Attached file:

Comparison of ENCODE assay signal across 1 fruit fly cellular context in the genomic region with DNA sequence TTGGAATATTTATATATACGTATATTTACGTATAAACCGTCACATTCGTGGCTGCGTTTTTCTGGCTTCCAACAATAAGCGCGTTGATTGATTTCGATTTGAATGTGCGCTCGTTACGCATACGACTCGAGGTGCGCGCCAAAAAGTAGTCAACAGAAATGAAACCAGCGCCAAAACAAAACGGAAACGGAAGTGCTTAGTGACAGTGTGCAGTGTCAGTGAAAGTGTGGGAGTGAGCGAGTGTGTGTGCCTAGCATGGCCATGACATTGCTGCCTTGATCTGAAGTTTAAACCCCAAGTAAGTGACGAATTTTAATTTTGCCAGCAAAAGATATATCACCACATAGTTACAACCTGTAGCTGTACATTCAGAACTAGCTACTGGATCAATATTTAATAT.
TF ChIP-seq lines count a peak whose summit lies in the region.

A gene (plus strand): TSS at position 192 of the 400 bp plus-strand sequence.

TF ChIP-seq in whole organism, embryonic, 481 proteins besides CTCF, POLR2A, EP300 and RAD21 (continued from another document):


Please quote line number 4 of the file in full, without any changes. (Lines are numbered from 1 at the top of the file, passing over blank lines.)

TF ChIP-seq in whole organism, embryonic, 481 proteins besides CTCF, POLR2A, EP300 and RAD21 (continued from another document):